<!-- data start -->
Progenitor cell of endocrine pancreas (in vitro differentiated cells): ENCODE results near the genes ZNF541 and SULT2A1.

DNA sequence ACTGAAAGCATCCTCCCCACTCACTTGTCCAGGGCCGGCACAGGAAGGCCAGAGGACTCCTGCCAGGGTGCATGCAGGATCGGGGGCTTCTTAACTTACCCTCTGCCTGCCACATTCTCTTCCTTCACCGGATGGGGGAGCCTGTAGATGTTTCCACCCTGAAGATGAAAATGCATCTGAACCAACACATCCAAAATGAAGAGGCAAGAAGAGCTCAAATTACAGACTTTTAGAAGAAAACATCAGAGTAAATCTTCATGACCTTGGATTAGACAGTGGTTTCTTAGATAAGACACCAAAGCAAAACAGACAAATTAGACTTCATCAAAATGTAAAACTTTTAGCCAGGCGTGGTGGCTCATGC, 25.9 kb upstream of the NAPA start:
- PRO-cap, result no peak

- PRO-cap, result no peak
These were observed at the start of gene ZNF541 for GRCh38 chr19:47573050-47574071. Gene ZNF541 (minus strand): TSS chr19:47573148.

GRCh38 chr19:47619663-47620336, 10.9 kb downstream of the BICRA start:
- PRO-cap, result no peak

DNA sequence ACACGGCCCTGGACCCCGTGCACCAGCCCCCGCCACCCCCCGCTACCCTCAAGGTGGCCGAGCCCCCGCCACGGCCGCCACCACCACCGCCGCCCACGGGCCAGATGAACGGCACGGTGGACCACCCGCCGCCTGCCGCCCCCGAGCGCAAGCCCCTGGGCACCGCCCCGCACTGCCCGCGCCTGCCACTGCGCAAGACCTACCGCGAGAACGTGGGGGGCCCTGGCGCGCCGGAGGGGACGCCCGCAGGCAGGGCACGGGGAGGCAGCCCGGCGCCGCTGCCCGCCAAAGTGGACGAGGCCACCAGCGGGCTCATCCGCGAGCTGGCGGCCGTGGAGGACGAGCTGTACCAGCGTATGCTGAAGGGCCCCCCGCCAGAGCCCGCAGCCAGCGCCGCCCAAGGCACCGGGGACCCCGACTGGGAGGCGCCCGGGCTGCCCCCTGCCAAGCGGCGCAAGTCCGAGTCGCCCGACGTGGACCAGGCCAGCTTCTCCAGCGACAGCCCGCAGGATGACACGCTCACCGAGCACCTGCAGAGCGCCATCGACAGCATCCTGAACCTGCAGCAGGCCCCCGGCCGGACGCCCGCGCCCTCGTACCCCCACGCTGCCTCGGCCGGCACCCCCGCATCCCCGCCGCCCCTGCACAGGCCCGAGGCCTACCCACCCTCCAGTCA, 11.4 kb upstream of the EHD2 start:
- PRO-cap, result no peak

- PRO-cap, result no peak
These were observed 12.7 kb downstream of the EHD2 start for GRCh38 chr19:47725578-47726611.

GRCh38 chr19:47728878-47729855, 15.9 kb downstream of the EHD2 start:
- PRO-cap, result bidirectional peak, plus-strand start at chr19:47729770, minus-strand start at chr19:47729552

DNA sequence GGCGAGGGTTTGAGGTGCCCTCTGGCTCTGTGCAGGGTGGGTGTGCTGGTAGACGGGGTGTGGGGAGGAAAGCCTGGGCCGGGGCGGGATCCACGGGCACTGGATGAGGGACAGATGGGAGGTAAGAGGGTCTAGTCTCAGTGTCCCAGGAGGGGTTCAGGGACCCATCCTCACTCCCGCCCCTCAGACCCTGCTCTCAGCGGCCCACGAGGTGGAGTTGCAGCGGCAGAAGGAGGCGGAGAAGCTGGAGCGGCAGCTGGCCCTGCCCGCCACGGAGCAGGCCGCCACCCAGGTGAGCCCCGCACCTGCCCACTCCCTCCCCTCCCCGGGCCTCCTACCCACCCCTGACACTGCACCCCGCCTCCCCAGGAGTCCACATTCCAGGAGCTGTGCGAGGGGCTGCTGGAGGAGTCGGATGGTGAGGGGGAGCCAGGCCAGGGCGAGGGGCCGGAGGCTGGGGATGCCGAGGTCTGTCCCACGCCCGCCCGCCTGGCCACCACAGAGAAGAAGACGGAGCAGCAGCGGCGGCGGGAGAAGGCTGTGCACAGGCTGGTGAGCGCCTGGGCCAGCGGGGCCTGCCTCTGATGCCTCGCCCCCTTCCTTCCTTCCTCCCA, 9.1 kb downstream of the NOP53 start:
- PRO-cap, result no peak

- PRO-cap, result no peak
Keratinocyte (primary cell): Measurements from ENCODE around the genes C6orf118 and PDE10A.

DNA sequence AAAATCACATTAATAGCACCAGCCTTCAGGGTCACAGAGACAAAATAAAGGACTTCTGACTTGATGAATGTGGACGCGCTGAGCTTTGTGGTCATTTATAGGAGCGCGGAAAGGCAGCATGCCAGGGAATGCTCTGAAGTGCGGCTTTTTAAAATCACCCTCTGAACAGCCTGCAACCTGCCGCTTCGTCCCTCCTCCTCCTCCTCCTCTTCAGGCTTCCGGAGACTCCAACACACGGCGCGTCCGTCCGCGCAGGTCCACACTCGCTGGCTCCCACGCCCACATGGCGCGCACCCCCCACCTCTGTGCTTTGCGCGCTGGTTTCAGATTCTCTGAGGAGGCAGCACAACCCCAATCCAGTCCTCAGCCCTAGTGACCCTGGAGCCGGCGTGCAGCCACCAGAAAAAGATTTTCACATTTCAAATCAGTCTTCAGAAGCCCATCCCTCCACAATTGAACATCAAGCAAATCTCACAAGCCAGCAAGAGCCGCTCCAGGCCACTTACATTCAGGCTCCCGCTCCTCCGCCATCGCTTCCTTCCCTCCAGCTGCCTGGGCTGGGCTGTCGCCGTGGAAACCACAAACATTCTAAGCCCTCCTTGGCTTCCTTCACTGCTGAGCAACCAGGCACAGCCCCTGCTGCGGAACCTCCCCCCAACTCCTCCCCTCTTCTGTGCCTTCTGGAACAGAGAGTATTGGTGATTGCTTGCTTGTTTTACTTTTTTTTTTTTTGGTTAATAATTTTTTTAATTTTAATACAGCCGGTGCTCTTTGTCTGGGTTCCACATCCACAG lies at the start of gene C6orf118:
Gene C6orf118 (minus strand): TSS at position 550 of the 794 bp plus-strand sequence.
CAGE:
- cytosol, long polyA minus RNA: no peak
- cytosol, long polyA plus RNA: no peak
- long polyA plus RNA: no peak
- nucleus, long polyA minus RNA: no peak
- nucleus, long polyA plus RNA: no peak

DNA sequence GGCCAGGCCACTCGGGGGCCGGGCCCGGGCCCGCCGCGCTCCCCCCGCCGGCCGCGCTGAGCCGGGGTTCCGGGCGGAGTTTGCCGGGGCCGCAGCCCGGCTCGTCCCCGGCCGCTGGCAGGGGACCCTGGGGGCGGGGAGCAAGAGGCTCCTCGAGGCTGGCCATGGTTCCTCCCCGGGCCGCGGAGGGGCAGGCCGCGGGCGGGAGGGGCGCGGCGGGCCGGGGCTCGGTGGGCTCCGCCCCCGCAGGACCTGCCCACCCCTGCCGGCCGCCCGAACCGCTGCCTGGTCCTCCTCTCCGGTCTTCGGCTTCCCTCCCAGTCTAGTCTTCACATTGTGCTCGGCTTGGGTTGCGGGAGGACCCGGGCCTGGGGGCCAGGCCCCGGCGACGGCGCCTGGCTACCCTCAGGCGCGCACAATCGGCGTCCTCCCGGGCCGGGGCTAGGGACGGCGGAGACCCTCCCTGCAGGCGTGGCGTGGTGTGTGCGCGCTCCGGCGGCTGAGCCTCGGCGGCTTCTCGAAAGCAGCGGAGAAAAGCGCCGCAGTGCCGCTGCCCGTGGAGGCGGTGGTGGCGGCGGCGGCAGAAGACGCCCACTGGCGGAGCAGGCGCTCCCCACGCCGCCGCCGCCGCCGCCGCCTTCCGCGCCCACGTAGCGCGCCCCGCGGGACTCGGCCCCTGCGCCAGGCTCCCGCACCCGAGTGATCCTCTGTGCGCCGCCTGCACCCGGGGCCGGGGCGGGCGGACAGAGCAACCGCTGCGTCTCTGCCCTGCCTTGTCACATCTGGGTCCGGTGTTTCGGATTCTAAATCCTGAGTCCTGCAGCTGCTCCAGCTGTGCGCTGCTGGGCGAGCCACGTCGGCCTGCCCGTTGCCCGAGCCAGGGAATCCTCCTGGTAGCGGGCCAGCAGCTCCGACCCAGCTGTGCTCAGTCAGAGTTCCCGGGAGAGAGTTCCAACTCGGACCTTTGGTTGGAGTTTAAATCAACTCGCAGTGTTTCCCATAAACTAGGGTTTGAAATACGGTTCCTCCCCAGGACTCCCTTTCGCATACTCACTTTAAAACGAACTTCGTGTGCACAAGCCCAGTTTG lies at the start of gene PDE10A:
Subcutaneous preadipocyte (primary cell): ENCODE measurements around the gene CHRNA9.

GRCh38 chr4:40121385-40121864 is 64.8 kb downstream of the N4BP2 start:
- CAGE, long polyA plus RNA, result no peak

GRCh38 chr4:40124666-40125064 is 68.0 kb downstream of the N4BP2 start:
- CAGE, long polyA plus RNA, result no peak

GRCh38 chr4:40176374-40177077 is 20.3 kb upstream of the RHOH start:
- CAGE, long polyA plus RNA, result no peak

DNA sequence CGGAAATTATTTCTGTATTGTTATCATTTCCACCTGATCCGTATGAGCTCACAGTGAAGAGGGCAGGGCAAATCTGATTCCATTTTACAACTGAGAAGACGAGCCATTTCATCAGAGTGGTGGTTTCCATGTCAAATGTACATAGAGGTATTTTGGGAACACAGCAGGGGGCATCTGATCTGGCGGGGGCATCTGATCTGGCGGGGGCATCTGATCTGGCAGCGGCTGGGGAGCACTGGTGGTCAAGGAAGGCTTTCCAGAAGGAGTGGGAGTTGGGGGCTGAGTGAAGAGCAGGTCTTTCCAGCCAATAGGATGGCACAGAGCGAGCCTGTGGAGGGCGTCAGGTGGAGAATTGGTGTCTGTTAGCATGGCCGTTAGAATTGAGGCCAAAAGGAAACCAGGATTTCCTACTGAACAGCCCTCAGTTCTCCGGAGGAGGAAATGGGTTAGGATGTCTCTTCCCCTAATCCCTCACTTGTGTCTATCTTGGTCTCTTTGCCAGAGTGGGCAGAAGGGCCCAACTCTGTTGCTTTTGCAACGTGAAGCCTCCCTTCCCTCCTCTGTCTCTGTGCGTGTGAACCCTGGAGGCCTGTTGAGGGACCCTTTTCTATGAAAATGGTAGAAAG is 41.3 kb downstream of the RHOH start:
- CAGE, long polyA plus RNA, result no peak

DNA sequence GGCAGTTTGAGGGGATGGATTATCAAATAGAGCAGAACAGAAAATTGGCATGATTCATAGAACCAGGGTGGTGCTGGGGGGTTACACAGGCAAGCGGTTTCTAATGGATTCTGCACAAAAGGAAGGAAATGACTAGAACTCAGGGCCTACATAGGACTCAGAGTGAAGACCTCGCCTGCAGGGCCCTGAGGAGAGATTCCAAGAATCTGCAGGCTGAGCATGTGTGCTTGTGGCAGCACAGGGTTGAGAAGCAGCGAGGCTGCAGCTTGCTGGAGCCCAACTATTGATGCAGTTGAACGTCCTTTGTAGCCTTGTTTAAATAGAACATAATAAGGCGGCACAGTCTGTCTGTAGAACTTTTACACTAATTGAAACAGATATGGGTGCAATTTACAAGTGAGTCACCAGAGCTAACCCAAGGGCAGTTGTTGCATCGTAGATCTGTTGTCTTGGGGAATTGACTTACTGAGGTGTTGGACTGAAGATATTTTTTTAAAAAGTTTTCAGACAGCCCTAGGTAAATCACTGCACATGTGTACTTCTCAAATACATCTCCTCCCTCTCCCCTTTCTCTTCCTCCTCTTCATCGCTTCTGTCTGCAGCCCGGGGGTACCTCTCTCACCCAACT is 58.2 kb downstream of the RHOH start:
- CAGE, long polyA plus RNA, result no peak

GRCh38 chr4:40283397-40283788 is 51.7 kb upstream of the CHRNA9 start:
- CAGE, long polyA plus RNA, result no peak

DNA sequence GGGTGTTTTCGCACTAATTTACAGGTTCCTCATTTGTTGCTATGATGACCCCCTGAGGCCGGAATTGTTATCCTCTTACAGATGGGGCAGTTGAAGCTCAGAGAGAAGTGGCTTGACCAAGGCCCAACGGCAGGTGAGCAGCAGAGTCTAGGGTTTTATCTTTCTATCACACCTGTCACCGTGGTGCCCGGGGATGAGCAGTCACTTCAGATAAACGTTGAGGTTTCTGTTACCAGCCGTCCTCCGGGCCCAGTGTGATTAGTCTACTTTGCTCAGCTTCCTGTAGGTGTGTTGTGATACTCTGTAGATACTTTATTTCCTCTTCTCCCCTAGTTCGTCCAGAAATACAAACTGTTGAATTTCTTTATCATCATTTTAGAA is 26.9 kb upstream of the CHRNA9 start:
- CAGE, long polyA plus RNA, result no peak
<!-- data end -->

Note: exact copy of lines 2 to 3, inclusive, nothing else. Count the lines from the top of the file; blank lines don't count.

DNA sequence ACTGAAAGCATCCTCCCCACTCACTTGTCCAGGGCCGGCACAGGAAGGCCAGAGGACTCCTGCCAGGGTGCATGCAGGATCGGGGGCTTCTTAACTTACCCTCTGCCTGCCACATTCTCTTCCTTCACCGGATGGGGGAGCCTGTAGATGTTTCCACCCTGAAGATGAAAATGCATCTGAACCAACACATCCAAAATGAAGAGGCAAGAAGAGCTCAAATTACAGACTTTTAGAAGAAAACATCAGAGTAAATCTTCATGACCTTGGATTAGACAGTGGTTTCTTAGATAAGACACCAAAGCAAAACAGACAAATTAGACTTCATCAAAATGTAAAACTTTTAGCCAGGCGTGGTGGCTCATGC, 25.9 kb upstream of the NAPA start:
- PRO-cap, result no peak